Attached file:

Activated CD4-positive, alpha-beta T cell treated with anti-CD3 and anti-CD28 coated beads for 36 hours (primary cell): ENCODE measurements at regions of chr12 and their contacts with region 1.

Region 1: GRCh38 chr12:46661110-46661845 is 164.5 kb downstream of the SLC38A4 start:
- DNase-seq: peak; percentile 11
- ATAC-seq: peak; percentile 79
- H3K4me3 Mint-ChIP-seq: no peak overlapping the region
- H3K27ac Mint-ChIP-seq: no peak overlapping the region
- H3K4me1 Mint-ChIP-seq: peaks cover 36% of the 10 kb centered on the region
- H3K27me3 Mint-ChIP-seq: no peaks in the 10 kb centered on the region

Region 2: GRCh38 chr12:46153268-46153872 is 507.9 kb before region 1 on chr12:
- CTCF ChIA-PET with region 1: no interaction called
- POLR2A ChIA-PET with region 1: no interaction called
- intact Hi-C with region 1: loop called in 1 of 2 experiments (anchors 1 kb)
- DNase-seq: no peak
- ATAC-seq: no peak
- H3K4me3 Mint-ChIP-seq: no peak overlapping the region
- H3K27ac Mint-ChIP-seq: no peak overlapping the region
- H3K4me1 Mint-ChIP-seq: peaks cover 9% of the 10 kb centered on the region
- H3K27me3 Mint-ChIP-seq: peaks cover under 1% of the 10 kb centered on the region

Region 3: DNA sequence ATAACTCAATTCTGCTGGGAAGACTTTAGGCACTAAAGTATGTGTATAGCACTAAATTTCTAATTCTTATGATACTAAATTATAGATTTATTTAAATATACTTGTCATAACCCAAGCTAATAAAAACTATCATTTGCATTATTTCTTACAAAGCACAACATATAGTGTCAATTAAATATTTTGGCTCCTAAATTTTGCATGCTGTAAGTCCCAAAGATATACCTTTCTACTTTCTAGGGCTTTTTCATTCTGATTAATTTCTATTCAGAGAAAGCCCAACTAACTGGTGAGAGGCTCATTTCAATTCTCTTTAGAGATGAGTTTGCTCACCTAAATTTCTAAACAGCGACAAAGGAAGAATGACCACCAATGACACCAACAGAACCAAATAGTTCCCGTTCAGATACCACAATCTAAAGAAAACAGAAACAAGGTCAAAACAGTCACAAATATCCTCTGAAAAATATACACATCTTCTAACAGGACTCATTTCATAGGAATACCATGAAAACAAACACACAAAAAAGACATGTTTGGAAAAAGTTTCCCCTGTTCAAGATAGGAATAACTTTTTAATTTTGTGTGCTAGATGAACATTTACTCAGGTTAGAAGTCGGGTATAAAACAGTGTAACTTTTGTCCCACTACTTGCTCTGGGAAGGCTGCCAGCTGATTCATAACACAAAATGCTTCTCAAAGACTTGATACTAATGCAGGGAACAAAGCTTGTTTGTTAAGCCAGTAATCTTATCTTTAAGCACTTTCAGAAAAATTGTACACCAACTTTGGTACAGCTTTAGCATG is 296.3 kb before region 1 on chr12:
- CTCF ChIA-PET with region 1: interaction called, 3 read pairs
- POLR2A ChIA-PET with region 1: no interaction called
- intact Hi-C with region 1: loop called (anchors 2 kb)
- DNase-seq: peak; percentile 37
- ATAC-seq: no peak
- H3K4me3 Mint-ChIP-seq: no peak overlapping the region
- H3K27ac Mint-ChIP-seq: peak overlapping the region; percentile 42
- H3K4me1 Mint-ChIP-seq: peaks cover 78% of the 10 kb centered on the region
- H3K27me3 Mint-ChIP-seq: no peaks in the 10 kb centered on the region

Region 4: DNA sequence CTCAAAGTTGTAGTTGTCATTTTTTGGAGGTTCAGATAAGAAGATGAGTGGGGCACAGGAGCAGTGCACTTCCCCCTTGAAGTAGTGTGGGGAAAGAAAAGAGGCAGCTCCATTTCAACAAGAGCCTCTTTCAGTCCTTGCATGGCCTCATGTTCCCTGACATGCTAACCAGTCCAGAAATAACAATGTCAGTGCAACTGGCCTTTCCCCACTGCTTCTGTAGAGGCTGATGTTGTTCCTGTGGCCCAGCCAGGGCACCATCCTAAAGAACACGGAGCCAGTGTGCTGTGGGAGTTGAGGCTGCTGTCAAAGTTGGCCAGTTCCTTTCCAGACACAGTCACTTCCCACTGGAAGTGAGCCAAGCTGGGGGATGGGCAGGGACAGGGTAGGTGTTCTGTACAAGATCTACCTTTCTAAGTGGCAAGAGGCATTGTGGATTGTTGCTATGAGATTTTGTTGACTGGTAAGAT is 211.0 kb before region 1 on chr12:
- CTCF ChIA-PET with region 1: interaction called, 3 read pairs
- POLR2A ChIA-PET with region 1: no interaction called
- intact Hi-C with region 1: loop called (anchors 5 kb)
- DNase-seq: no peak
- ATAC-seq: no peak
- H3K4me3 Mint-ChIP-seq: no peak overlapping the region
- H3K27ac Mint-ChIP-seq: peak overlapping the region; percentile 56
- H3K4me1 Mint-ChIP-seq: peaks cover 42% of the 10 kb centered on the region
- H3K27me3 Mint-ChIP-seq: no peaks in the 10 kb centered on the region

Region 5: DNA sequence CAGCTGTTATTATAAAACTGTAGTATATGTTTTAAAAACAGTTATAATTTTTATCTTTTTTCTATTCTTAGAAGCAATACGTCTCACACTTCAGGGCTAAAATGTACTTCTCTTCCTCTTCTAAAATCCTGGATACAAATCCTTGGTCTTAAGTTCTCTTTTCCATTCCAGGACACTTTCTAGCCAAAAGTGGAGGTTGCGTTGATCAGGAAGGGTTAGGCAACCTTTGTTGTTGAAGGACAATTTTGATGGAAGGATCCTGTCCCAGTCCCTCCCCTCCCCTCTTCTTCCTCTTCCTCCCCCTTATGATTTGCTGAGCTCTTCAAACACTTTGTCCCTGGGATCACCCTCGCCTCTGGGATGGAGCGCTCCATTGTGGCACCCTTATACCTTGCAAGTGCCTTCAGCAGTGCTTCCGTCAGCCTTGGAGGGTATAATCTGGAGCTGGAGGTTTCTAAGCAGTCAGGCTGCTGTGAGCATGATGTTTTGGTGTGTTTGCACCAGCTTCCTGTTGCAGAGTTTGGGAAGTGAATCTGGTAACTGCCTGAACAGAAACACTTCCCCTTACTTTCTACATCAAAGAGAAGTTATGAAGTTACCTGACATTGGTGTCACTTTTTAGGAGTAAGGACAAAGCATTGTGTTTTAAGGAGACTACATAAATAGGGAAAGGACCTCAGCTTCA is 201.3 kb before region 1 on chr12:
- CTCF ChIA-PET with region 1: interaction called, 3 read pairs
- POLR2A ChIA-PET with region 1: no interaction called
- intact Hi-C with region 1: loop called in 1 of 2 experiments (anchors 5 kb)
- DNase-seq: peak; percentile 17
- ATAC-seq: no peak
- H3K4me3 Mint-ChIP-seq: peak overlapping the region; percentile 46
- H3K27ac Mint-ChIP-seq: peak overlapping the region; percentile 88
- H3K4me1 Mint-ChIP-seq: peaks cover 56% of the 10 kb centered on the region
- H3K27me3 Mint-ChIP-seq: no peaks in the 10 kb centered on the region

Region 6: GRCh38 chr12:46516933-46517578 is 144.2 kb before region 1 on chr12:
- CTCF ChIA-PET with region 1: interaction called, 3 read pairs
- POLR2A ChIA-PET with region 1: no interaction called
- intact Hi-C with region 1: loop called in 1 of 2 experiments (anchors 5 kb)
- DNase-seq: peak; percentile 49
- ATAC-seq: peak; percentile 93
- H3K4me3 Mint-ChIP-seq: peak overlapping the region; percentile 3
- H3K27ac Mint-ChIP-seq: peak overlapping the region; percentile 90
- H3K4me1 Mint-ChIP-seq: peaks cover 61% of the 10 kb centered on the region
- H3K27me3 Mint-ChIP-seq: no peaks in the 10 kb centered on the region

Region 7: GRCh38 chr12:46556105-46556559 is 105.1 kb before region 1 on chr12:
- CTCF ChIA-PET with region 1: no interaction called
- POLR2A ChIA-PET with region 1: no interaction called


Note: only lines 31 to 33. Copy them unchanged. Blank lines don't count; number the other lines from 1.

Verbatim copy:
- POLR2A ChIA-PET with region 1: no interaction called
- intact Hi-C with region 1: loop called (anchors 5 kb)
- DNase-seq: no peak